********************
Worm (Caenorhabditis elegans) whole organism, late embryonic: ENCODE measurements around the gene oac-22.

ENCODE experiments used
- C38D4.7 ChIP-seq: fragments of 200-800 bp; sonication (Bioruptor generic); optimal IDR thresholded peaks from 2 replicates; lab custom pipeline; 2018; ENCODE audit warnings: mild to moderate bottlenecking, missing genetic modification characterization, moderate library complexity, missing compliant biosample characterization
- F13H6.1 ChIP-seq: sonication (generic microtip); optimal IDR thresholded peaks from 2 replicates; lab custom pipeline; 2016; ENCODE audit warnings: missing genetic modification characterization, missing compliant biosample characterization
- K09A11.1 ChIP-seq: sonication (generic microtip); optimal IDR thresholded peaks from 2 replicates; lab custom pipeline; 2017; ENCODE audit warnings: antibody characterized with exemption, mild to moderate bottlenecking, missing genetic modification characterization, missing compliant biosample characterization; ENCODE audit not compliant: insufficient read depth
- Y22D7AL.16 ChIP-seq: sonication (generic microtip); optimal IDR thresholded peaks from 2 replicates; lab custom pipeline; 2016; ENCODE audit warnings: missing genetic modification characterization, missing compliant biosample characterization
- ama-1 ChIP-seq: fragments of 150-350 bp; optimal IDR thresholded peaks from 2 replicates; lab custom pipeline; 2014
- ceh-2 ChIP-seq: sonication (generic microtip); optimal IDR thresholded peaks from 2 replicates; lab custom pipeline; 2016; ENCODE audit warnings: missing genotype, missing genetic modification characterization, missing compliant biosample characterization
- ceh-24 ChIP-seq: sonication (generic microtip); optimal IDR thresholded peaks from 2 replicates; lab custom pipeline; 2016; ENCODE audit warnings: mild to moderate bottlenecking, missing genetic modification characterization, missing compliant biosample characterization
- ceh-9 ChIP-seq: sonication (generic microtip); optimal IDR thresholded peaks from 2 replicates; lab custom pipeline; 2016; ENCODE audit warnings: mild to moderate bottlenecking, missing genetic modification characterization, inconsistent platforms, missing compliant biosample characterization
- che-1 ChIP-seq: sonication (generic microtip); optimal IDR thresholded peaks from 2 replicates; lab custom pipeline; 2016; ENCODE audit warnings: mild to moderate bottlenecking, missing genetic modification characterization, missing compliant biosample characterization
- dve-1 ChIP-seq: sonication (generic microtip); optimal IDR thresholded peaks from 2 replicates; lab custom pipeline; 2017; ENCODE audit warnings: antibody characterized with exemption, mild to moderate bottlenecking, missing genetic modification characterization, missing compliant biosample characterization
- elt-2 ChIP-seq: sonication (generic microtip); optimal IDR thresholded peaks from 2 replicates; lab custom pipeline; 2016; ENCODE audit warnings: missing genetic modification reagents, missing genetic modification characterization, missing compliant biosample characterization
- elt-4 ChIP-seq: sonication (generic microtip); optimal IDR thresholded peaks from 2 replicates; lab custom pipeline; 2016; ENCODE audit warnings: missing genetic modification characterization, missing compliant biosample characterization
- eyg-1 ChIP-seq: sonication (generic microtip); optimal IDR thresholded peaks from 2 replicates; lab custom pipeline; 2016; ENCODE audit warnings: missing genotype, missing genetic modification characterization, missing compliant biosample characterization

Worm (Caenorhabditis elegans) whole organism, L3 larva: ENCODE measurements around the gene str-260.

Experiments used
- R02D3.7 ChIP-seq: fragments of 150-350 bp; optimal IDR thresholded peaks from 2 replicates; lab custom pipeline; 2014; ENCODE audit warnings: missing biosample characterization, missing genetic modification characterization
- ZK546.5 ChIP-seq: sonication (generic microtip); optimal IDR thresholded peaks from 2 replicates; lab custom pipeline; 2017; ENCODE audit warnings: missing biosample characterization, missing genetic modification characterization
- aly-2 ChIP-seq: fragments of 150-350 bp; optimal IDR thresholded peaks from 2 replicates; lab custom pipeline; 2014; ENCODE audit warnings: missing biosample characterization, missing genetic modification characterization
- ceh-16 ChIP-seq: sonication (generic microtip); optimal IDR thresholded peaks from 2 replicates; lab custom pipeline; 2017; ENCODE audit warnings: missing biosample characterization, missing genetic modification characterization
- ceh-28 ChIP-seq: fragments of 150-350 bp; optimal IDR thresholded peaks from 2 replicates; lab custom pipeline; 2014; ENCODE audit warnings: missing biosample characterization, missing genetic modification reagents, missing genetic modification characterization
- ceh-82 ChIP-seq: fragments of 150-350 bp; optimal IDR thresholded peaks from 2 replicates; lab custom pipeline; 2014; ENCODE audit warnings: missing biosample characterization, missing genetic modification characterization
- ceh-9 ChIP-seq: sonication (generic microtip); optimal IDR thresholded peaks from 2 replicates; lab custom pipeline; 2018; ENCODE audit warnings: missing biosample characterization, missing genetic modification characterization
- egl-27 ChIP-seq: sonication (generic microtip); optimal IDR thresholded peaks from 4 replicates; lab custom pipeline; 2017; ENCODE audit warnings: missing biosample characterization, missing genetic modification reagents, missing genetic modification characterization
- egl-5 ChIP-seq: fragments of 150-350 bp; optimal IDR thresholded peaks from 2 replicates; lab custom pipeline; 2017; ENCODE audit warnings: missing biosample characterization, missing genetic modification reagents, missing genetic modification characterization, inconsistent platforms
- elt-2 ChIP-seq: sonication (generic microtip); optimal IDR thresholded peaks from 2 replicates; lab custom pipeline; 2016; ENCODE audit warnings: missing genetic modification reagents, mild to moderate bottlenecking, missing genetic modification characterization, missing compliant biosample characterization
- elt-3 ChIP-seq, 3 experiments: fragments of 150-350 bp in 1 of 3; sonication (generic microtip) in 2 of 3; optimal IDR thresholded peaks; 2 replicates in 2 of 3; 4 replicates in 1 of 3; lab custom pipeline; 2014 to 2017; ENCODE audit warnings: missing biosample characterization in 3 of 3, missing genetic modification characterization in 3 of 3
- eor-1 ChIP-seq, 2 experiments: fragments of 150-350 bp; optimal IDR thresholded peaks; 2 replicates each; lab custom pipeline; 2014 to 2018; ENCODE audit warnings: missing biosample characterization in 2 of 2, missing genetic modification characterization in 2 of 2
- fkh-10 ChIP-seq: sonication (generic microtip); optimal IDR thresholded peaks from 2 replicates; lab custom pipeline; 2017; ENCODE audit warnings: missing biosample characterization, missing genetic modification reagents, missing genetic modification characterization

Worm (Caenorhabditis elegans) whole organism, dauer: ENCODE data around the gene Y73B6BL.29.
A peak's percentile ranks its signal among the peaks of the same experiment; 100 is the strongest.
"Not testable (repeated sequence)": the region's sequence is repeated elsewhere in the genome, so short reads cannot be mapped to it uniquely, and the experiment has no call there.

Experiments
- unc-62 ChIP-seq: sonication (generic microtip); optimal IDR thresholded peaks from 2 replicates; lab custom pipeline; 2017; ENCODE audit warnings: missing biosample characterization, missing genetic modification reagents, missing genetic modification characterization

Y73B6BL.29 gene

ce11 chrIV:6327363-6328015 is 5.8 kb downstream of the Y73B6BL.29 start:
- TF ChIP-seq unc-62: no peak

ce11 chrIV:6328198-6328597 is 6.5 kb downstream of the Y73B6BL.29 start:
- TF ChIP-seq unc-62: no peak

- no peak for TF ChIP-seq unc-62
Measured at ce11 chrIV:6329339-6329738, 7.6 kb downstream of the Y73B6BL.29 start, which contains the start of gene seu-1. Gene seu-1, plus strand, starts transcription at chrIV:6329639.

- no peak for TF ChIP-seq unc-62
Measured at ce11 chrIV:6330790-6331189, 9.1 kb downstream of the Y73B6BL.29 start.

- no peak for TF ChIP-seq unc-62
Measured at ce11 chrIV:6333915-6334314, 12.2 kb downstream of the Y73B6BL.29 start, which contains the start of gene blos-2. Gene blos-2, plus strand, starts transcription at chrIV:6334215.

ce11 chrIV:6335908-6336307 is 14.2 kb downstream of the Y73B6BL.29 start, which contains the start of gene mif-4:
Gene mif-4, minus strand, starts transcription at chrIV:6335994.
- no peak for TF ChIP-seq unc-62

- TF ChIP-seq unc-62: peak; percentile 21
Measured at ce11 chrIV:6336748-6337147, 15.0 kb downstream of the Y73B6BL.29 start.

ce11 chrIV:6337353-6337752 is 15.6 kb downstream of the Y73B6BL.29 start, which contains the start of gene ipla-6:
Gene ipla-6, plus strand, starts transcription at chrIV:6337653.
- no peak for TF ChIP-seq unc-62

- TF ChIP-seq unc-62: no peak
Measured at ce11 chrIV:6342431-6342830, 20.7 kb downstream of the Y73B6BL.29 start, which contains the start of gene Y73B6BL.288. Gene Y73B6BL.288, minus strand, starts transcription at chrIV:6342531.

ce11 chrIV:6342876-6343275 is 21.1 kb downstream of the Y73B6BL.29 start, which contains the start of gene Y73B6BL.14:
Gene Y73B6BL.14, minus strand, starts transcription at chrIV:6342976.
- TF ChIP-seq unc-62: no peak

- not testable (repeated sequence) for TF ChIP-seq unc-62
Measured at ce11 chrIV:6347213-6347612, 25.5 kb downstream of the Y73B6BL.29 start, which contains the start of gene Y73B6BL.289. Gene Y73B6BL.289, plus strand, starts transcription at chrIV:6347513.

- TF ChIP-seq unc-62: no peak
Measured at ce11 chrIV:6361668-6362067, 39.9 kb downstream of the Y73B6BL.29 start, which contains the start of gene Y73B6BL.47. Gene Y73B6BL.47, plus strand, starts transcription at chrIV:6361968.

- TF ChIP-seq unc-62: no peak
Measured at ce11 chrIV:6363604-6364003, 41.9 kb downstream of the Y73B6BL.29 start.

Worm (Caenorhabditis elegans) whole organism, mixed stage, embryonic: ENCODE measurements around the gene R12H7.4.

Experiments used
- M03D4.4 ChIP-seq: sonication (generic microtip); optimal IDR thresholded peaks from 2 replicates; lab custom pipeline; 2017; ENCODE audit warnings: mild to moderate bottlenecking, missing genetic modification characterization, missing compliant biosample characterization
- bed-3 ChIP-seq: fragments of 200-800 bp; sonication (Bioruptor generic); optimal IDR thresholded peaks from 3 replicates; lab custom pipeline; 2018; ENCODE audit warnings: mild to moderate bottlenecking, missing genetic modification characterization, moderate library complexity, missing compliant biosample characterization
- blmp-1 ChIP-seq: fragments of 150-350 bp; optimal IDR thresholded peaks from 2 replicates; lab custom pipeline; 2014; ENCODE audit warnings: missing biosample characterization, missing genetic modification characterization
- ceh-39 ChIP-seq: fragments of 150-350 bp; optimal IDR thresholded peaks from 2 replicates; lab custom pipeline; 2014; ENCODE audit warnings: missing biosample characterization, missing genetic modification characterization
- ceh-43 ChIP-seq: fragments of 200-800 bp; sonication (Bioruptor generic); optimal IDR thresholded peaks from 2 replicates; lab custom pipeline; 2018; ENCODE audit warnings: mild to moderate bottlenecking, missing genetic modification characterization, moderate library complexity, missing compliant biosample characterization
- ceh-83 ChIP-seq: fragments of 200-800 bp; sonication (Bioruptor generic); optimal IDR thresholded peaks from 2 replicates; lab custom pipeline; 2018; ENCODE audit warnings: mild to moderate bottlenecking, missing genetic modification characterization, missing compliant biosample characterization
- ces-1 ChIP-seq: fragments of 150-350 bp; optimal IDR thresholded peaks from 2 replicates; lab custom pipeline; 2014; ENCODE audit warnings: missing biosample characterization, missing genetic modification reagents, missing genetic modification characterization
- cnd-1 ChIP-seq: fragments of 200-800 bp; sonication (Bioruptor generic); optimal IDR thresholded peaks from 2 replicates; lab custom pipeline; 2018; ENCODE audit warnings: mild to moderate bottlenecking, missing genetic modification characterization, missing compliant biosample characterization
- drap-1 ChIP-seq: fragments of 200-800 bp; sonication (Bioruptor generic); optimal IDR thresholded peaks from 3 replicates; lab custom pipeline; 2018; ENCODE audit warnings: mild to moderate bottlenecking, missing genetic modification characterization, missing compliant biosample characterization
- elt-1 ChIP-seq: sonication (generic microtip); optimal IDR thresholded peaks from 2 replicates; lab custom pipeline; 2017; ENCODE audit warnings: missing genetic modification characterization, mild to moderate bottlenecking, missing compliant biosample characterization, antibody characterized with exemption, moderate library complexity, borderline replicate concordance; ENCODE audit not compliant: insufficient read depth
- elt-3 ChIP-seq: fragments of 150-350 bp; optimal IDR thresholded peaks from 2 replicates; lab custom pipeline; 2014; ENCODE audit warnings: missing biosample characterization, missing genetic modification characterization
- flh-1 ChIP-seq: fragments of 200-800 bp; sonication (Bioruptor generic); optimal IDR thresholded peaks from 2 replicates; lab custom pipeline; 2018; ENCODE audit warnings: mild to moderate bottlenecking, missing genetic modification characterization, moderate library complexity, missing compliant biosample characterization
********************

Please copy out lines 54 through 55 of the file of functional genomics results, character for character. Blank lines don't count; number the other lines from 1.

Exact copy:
- no peak for TF ChIP-seq unc-62

- TF ChIP-seq unc-62: no peak